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The VW Scout is a brand revival too far | Axon’s Automotive Anorak

26th May 2022
Gary Axon

Were it not for the German’s legendary reputation for time keeping, I might have dismissed the recent announcement that the Volkswagen Group is going to revive the North American Scout SUV name as an April Fools’ Day joke, albeit delivered almost two months late.

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After all, the Volkswagen Group already has a bewildering portfolio of vehicle brand names, both current and inactive, so the last thing it needs is yet another motoring name to confuse us all even further. Outside of Canada and its native USA, the Scout name is not widely known, despite this being one of the pioneering and most capable of all off-roader 4x4s. It was launched long before such vehicles became commonly known as SUVs and littered our smooth tarmac roads and car parks, rather than loitering on muddy farm tracks where they really belong.

According to its recent official announcement, Volkswagen is bizarrely going to revive the Scout name for a family of electric off-road vehicles, aimed primarily at the sizeable North American markets where the name has some nostalgic recall and a worthy reputation.

The Scout was a model name first used by the American large commercial vehicle marker International Harvester (IH) in 1961 for a range of small (by IH standards), rugged all-wheel-drive automobiles. Within twelve months of launch, the pioneering four-cylinder, 94PS (69kW) IH Scout was selling in sizeable numbers in both rear-wheel-drive 4x2 and 4x4 derivatives. They were mainly being bought by private US buyers, much to IH’s surprise, rather than the farmers and business users IH was expecting.

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The Scout’s success (over 35,000 were sold in its first year) prompted local off-road rival Jeep to bring forward the introduction of its Wagoneer ‘SUV’ competitor in late 1962, plus convinced Ford to re-schedule the launch its own Bronco 4x4 in 1965.  

VW’s move to reintroduce the Scout – initially for the North American market only – is already causing much intrigue and debate among the USA’s Scout clubs and enthusiasts. Meanwhile the local VW dealer network is demanding it gets to sell Scouts, rather than sales being made on a dedicated retail channel. Volkswagen’s ID. sub brand has already taken an early foothold in the new electric vehicle market, but to compete with the pending introduction of all-electric American rivals such as Rivian and (eventually) Tesla with its controversial Cybertruck, Volkswagen clearly feels it needs to offer something more focused.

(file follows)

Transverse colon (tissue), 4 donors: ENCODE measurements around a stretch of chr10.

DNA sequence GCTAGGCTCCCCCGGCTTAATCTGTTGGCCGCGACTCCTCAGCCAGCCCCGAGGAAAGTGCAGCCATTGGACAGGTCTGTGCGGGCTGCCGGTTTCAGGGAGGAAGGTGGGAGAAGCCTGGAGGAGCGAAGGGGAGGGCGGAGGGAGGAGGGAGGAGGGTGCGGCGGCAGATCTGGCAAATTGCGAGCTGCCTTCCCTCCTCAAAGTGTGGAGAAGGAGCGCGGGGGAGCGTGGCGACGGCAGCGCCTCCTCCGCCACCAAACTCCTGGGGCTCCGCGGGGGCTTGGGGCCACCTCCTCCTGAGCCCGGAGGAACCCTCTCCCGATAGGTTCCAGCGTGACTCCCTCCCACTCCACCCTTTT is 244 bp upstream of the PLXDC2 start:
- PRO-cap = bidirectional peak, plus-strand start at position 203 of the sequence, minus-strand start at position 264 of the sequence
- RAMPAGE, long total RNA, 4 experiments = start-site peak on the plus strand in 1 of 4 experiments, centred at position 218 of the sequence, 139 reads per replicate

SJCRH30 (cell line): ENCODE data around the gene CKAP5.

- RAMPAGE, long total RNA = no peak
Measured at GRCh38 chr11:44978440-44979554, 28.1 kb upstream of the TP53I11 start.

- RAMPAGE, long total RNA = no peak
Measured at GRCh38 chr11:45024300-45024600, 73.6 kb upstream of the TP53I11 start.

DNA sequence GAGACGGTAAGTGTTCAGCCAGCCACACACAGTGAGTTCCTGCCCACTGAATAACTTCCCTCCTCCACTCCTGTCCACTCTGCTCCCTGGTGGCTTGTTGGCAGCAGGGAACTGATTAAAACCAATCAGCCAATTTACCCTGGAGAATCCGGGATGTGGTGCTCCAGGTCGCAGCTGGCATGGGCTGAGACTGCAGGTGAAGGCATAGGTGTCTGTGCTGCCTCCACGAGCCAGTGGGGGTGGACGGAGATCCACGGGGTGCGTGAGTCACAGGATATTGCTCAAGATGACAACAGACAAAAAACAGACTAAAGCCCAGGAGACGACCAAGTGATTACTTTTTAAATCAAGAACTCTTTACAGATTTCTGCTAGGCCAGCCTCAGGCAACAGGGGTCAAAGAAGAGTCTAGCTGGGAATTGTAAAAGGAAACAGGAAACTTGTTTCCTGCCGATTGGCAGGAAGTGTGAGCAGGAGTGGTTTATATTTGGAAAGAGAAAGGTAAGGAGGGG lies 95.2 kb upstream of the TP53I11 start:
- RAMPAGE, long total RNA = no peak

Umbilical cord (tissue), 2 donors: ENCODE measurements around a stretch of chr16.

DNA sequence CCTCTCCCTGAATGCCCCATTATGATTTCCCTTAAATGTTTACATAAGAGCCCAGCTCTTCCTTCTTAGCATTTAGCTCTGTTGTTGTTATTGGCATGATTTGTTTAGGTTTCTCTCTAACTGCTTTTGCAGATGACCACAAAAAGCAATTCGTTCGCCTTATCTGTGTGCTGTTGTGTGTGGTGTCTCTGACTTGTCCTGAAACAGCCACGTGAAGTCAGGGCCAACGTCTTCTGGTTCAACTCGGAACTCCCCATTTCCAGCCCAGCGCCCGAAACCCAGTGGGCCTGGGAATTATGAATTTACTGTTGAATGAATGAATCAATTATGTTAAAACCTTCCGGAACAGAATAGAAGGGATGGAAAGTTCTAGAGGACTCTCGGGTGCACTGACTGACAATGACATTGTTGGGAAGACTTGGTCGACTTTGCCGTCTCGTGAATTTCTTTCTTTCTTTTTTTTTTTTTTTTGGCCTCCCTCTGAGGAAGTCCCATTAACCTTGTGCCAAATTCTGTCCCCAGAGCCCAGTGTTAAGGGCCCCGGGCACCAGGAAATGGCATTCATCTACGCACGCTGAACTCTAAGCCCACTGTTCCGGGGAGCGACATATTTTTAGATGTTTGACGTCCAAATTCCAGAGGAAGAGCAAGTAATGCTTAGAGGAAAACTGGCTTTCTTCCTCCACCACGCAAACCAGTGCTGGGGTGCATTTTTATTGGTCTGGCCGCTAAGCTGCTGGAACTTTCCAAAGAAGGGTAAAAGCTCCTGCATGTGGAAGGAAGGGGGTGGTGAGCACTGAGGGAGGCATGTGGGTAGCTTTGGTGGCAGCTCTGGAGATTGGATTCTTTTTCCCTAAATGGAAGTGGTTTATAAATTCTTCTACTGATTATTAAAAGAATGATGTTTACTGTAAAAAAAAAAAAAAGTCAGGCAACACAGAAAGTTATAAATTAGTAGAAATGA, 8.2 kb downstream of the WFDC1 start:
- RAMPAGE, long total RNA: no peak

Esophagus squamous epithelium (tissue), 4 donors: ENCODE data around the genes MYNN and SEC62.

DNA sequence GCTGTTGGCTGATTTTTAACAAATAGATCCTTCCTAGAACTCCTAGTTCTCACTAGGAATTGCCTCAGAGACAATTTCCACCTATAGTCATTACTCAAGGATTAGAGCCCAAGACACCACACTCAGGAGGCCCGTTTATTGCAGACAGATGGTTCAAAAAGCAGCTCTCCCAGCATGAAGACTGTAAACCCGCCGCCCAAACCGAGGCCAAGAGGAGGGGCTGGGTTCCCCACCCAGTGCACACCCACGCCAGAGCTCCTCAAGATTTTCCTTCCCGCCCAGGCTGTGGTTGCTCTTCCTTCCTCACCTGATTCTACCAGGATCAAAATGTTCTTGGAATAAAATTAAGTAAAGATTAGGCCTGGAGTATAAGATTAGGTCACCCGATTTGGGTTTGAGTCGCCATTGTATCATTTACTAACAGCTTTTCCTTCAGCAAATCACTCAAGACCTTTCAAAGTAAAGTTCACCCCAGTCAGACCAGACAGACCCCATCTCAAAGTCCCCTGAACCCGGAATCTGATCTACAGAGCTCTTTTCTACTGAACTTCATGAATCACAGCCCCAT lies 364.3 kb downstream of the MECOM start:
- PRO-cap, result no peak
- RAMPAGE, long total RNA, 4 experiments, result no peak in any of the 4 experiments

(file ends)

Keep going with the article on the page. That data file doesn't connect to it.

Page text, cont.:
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This seems strange, because VW has yet to offer any pick-up model in the USA, even its capable Amarok. Although it naturally already sells a number of different high-end SUV passenger car models through its Volkswagen, Audi, Porsche, Lamborghini and Bentley franchised dealer network, some as EV’s only.

IH built its very last Scout model on 21st October 1980, just as the ‘civilian’ SUV market was beginning to take off, and also after presenting an attractive future Scout concept for the following 1981 Model Year at various late-Autumn American auto shows. By the mid-1980s, IH was concentrating solely on producing diesel engines, heavy trucks, buses and agricultural vehicles. The company had fallen on hard times, caused largely by damaging union relationships, but also not helped by the loss of the Scout.

In 1991, the previous IH business divisions were broken up and sold off, its main lorry-making arm being acquired by rival American truck maker Navistar in 1995. Following a factory move from Chicago to Warrenville, Illinois, Navistar took a tentative step into the large SUV market with its International MTX. The giant SUV pick-up truck flopped, not helped by being much too large and unsuitable for export roads and tastes (especially here in Europe). Given the huge size and importance of the ever-expanding SUV segment in the USA, there were rumours in the early 21st Century of a revival of the IH Scout model, but this never materialised.

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Meanwhile, back in Europe, VW was kept busy acquiring other well-known vehicle brands, from Skoda and Bugatti, to Scania trucks (and even Ducati motorcycles through its Audi/Lamborghini ownership) to bring more than a dozen different vehicle marques under the VW Group umbrella.

Now VW is adding Scout to its already extensive portfolio. I can understand this from an American premium SUV maker/reputation view point, but as the failed Nuffield/BMC/British Leyland combine proved a few decades back, trying to juggle too many different name badges can get very messy and confusing for the customer and dealer networks.

VW already has a few now-dormant names under its control that made proven and very capable all-wheel-drive vehicles, such as DKW and Auto Union. The go-anywhere ‘mountain goat’ Munga 4x4 was favoured by the West German military for many years. Perhaps a revival of the Munga name might have been kinder, deservedly leaving the Scout to rest in peace for ever more.

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